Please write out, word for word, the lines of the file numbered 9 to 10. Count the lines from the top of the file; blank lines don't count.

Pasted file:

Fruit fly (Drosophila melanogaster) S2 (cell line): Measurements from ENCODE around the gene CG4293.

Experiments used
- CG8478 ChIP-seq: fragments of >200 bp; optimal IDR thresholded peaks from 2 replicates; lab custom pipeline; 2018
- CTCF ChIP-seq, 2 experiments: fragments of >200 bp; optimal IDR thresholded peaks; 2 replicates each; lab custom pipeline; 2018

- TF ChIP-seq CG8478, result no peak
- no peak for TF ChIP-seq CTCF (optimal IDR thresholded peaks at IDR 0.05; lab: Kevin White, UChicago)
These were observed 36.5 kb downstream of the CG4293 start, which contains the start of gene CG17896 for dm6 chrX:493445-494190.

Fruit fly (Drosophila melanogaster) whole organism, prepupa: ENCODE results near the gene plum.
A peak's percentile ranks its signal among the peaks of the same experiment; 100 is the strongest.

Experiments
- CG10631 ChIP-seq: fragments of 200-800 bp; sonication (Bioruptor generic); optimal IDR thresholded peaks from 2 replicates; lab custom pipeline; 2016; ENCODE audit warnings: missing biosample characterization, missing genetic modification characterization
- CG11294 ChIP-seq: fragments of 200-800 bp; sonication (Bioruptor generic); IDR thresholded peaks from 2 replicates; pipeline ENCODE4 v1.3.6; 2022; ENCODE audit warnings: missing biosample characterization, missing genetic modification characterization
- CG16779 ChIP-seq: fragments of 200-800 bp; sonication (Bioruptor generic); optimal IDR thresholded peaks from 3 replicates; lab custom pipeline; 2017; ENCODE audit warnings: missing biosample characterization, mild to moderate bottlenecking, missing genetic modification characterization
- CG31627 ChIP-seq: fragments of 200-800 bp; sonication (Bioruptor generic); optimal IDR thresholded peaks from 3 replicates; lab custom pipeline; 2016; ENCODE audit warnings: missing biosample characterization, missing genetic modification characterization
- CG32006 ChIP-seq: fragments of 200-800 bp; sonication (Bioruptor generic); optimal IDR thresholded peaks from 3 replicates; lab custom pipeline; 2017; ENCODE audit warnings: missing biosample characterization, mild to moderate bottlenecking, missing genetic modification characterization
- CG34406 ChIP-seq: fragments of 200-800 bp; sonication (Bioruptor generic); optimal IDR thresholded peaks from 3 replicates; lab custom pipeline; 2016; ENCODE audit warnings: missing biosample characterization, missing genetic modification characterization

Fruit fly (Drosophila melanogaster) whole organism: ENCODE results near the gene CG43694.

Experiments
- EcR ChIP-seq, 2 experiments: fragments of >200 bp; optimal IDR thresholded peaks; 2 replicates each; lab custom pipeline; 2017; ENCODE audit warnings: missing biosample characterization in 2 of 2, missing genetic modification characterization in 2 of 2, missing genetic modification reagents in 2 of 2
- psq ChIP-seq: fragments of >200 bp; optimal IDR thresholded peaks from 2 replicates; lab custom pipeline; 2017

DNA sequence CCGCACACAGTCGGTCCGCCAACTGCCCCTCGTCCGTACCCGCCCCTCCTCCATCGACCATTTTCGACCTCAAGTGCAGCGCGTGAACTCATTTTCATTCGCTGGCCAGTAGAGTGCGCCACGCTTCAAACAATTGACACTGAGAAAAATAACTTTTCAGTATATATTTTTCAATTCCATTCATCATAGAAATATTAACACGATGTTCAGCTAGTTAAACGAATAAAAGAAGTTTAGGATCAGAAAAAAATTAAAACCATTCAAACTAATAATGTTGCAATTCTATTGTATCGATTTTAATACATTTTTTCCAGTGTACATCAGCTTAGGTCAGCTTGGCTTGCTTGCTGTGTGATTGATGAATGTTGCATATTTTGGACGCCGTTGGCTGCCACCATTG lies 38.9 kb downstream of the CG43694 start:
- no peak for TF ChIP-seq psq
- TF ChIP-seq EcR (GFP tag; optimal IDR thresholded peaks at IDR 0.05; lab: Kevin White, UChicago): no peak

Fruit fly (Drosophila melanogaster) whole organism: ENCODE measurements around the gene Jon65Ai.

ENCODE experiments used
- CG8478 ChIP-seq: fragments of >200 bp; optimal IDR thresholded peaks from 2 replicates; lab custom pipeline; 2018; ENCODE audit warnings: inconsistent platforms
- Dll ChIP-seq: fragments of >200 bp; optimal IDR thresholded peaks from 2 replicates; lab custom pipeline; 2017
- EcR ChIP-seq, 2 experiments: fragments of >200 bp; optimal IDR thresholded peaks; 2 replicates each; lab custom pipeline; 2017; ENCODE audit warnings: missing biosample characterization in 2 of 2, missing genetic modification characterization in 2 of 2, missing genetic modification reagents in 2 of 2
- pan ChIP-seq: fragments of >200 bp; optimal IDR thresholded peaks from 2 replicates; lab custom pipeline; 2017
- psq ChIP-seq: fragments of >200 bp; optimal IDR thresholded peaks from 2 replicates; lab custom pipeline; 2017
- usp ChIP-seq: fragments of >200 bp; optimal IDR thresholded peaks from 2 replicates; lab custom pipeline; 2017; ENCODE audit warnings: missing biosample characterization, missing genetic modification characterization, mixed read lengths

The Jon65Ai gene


A peak's percentile ranks its signal among the peaks of the same experiment; 100 is the strongest.

Experiments